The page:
"Coignet's contribution was even more practical than that of De Medina, and the ordinary seaman found it clearer and easier to understand. Coignet's Nieuwe onderwysinghe treats the practice of navigation in more depth. It also presents a clear discussion of the principles of navigation, the winds, sea charts, and determining one's position at sea. Furthermore, it gives an extensive description of the current instruments of navigation such as the astrolabe, cross-staff, and the noctolabe. The contribution by Coignet increased the value of De Medina's book considerably".
Noteworthy is that Coignet even gives details on how to construct accurate navigation tools.
The Coignet/Medina pilot guide for ocean navigation was a book of utmost importance. Multiple copies for the pilots and the captain were on board of all early Dutch fleets crossing the oceans and circumnavigating the globe. The book was first issued in 1580 and re-issued three times, in 1589, 1592 and 1598.
From around 1595, the Dutch commanders and pilots of the pre-VOC companies were thoroughly educated by Petrus Plancius in long-range navigation on the high seas, based on knowledge from Iberian sources. He played a big role in the education and training of officers for the Amsterdam expeditions to the Far East. The directors of these pre-companies richly rewarded him for his services.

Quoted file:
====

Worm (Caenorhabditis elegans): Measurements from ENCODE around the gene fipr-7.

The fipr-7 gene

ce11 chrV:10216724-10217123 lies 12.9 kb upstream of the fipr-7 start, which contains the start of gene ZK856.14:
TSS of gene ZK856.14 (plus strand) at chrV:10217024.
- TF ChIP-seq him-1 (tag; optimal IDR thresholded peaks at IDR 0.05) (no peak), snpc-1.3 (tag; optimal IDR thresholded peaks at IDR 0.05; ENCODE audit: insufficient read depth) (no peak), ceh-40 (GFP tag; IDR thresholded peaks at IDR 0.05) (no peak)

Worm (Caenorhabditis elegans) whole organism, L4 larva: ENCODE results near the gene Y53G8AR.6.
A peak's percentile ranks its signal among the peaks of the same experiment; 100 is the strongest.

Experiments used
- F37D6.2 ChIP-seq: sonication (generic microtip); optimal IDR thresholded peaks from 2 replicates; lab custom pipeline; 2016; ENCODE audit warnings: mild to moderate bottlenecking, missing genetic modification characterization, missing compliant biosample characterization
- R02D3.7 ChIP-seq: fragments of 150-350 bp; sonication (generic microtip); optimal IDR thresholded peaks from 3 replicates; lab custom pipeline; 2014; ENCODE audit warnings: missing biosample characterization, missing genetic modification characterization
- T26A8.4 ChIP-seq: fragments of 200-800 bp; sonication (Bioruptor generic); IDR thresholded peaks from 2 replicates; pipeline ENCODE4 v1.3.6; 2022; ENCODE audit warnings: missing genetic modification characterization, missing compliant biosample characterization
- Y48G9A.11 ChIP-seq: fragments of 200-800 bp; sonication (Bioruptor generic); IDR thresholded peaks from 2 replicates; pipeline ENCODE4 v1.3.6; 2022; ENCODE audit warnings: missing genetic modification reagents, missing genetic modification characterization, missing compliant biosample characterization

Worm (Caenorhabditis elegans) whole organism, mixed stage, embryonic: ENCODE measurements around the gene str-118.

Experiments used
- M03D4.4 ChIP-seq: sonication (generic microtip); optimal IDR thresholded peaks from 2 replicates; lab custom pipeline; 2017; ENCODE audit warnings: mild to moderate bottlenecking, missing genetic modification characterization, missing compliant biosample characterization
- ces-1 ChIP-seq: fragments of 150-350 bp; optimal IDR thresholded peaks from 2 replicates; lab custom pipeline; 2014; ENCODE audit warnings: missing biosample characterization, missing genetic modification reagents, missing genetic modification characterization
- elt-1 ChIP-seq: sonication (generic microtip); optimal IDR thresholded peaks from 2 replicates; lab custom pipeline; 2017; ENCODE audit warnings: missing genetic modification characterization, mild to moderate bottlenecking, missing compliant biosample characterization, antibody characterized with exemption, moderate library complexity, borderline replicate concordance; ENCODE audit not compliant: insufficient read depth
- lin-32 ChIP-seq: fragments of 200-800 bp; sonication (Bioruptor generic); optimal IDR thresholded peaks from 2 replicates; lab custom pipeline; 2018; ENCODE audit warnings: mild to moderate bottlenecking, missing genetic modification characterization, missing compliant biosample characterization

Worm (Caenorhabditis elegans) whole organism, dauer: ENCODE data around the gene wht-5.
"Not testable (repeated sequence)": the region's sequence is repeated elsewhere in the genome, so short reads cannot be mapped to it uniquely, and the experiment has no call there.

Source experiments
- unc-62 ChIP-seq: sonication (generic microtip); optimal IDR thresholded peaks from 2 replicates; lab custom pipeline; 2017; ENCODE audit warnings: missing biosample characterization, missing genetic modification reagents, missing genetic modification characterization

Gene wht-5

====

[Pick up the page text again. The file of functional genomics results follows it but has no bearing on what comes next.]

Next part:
The navigators and skippers were trained using Coignet's new navigation guide, that was bound with his Dutch translation of the Medina.
Plancius had great involvement in the training and examining of the steersmen of the first Dutch Fleet to the Indies of 1595-97, and for this fleet specifically trained Frederick de Houtman and Pieter de Keyser to map and name the unrecorded celestial constellations on the southern hemisphere, many of these still bear the names that de Keyser and de Houtman gave to them.
He was also involved, together with Robert Robertsz le Canu, in the navigational training and route planning of the three Amsterdam polar expeditions commanded by Barentsz that sought to find a northeastern passage to the Far East.
The wooden lodge where Barentsz crew wintered at Novaya Zemlaya in 1596-97 in their attempts to reach China and the Spice Islands via a northeast passage, was rediscovered in 1871, almost 400 years after their epic efforts. Many artefacts were excavated, one of the most famous of which was a frozen copy of Coignet's navigation guide, now one of the exploration treasures of Amsterdam Rijksmuseum.